inspect set

An Inspector Calls

Malvern Theatres


J.B. Priestley’s classic play is given a brilliant impetus by this creative production at Malvern resulting  significantly from the set design, the music and the context for the excellent acting.

Typically, in the past, this play has been set in an Edwardian dining room with many naturalistic features reflecting the domestic world of the wealthy and privileged classes of the period – 1912. Stephen Daltrey took that model by the ‘scruff of the neck’ and transformed it at the National Theatre back in 1992.

At the outset we are looking into a family celebrating an engagement in a lavish building which we are viewing from the outside. It is elevated on precarious stilts and surrounded by dirty and chaotic streets in wartime. This presents the Birling family as smug and self-satisfied social climbers in a restricted world, out of touch with ‘the real world’ of children, workers, the poor, the grime and the bleak streets.

The Inspector brings this family out of their secure, smug, social world, and strips away their charming exterior to reveal their true characters; he brings them down to earth. He exposes the selfish greed of the capitalists, the decadent and selfish mores of the privileged class, and the social divide that it has created. This play continues to have a powerful resonance in today’s society.

The cast perform with excellence. Liam Brennan as the Inspector gives a commanding and clear performance with his Scottish accent and incisive lines – he has a significant omniscience that causes Sheila eventually to question his real nature.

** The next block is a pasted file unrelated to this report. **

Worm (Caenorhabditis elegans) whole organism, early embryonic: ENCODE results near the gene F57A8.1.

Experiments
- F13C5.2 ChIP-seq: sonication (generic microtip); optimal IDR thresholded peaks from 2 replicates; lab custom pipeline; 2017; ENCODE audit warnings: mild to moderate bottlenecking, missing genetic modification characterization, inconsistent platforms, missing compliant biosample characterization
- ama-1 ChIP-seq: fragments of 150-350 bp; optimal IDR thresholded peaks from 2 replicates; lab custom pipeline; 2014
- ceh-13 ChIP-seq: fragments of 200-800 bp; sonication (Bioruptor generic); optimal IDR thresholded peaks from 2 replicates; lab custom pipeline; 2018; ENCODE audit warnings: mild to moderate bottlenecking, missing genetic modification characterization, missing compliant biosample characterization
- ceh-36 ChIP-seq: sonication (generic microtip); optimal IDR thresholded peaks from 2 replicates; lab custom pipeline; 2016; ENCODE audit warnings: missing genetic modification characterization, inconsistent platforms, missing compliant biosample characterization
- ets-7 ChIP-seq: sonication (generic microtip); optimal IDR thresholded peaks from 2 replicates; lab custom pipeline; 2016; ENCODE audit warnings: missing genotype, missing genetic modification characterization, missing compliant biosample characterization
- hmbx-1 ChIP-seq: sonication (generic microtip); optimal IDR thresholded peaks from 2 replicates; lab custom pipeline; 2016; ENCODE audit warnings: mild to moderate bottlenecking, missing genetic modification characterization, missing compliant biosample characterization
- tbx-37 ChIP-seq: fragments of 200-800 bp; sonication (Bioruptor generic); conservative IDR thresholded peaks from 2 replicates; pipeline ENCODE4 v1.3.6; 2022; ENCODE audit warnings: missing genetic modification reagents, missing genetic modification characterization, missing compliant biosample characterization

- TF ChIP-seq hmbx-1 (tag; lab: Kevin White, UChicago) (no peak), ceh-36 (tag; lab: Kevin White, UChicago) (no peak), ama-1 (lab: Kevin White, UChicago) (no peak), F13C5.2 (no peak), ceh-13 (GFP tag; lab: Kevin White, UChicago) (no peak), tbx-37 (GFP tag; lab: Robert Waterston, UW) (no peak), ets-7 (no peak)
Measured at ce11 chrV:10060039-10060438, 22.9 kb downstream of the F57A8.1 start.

Chloe Orrock initially portrays Sheila as the sweet, superficial and spoilt daughter, whose character grows into a perceptive and genuine woman of sincerity and moral clarity. Christine Kavanagh plays Mrs Birling in her arrogance and pretentiousness, later dumped from her pedestal and exposed in her insensitive egotism. Jeffer Harmer(Birling), Alasdair Buchan ( Gerald) and Ryan Saunders (Eric) complete the main cast with their strong performances.

Daltrey’s production introduces further characters around Edna, the Maid. Other regular citizens who represent the ordinary masses, including children, appear to remind us that this spoilt, privileged and social-climbing family are exploiting the masses in society which include us when the Inspector makes his final summarising speech. The lighting changes and he addresses us directly.

We are reminded of our responsibility to others and the dangers of neglecting it.  

This is a great production of a brilliant play, offering some surprising and ingenious surprises.  It is easily accessed and enjoyed by young people as well as seasoned theatregoers, which is why schools and exam boards love it so much. To 09-11-19

Tim Crow


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